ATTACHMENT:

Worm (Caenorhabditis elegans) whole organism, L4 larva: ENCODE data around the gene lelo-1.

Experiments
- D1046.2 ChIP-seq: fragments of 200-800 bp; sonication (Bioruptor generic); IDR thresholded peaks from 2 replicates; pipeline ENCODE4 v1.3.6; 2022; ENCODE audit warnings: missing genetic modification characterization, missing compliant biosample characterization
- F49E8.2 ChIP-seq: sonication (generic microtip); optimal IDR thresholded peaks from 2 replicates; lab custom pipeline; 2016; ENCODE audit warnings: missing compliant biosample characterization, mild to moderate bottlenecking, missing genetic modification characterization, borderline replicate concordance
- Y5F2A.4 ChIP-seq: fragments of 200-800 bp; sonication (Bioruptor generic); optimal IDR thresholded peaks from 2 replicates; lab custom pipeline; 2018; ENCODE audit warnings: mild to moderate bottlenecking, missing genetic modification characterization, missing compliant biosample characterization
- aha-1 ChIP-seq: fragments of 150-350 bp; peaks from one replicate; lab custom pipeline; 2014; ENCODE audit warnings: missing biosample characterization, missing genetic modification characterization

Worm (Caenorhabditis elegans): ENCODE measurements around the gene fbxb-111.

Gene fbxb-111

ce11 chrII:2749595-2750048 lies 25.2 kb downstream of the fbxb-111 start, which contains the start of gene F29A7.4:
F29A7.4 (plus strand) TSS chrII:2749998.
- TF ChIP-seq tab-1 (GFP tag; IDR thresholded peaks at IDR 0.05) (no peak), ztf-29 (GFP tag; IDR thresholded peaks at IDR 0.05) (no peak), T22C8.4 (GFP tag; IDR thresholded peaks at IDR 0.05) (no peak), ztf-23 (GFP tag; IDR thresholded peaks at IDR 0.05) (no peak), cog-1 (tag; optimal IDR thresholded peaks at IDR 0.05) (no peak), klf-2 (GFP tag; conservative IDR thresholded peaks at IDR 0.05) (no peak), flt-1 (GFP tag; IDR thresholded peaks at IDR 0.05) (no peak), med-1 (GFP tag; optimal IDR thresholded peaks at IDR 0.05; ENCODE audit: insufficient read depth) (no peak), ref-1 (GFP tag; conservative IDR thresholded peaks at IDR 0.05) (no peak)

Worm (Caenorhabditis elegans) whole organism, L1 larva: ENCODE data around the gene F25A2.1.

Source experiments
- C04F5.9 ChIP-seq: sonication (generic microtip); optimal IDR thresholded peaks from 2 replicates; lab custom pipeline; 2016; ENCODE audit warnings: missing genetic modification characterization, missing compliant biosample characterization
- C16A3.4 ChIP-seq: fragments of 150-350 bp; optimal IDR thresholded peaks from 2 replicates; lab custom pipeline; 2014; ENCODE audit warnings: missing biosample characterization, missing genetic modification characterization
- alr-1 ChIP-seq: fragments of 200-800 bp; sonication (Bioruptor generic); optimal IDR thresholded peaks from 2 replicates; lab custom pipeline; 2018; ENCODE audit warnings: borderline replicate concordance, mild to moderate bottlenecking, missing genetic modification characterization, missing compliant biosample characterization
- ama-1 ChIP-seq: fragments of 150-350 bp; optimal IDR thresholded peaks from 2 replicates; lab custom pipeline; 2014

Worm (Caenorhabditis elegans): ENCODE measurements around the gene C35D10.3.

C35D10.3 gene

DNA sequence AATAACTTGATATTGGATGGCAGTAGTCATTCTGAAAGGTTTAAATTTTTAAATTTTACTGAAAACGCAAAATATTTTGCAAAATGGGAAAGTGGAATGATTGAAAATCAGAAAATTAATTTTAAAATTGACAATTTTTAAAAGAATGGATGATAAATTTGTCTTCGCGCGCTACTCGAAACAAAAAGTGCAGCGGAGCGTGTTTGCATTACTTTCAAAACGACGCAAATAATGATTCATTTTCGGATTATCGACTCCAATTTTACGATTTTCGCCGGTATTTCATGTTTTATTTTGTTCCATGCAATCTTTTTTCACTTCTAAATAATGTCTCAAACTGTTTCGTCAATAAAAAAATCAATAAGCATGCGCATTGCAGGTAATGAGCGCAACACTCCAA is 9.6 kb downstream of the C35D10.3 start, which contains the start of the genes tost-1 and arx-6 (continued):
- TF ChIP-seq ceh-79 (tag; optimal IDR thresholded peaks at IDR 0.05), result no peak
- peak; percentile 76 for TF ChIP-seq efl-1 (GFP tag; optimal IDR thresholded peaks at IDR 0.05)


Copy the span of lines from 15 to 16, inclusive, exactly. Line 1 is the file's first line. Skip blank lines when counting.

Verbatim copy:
- C16A3.4 ChIP-seq: fragments of 150-350 bp; optimal IDR thresholded peaks from 2 replicates; lab custom pipeline; 2014; ENCODE audit warnings: missing biosample characterization, missing genetic modification characterization
- alr-1 ChIP-seq: fragments of 200-800 bp; sonication (Bioruptor generic); optimal IDR thresholded peaks from 2 replicates; lab custom pipeline; 2018; ENCODE audit warnings: borderline replicate concordance, mild to moderate bottlenecking, missing genetic modification characterization, missing compliant biosample characterization